What to Know
- Judge Esther Salas lost her 20-year-old son and her husband was gravely wounded when a gunman stormed into their New Jersey home over the summer and opened fire
- Federal authorities say disgruntled attorney Roy Den Hollander committed the attack before dying by suicide
- In the wake of the attack, Salas has called for more protection of the privacy of federal judges; she's also speaking out on her loss
The New Jersey federal judge who lost her son and saw her husband gravely wounded in a shooting ambush by a disgruntled attorney who later took his own life over the summer recounted the attack in painful detail Tuesday -- and how her personal tragedy has motivated her further to be "the best person I can be."
Judge Esther Salas was in the basement of her North Brunswick home July 19, talking to her 20-year-old son Daniel, when the doorbell rang.
"Before I could tell him, 'Let Dad handle it,' he shot up the stairs," Salas said in an exclusive interview with "Good Morning America. "The next thing I hear is, 'Boom!' and then 'No!"
Salas recounted hearing a series of gunshots and ran upstairs. She says she saw her son, lying perpendicular to the door holding his chest; her husband, Mark, was on his hands and knees at the porch, after having crawled in an effort to get the license plate. Her husband screamed to call 911. She says she did that, then lifted her son's shirt and saw the bullet hole that killed him.
Later investigation revealed the shooter to be Roy Den Hollander, a "men's rights" lawyer and frequent litigant, who shot Mark and Daniel Anderl days after killing another lawyer in California. He was found dead by suicide the next day, with a list of what authorities believe were potential targets, including other judges. He had posed as a delivery driver to gain access to the judge's home.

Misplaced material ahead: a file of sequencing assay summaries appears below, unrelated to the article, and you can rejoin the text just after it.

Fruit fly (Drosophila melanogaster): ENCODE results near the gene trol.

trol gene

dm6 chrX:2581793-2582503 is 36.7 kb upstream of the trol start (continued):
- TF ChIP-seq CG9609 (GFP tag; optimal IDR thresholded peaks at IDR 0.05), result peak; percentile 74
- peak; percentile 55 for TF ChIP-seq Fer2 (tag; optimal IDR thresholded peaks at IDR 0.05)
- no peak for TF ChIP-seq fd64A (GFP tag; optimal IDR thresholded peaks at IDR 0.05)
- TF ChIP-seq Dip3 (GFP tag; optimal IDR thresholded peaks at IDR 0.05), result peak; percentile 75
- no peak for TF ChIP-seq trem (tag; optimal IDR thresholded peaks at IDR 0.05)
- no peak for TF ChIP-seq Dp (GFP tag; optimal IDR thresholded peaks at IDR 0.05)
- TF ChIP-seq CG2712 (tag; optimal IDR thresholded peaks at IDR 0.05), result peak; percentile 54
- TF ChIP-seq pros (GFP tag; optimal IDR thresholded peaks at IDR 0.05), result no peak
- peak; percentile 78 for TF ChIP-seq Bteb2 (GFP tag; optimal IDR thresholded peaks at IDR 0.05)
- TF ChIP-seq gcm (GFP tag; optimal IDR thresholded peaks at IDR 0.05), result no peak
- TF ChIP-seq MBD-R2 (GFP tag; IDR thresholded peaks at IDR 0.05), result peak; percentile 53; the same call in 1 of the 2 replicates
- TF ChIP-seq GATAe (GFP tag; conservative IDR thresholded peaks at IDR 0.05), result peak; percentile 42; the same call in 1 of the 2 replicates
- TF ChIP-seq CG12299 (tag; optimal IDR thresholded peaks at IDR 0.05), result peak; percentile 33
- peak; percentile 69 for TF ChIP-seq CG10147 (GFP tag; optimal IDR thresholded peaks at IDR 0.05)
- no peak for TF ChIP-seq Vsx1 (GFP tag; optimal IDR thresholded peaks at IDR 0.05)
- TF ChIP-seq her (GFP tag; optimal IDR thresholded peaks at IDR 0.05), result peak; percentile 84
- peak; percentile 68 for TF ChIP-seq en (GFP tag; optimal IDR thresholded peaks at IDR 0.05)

Salas' husband had been shot three times but managed to survive, though he had to undergo multiple surgeries. Salas told GMA that now the hardest injury is to his heart: "They were so close. He talks about Danny as his best friend."
"From the moment that little boy came to this world, he was the center of our universe," Salas said.
Asked whether she recalled any prior interactions with Den Hollander that could explain the attack, Salas struggled to remember. She said it had been months, if not a year, when he last appeared before her in court and he never threatened her.
But Salas says she knew he hated her.
"I know that he hated me because I was a woman. He hated me because I was Latina. That was the source of the hate -- what I had done was I had the nerve to become a judge," Salas told GMA.
In the weeks after the shooting, Salas called for increased privacy for federal judges. She spoke out forcefully and heartfully, saying her son's death would not be in vain. Now, Salas says, she's relying on her faith to move forward and find the strength to forgive her son's killer.
"Hate is heavy. Love is light," she said.
Salas added that she does plan to return to the bench -- and remains more committed than ever to being the best judge and person she can be.
"This man took the most important thing in my life. I can't let him take anything else. I know that I'm going to strive every morning to be the best person that I can be," Salas said. "My son gave his life for his father and I. I have to look at that and say, what a gift. I can't squander it."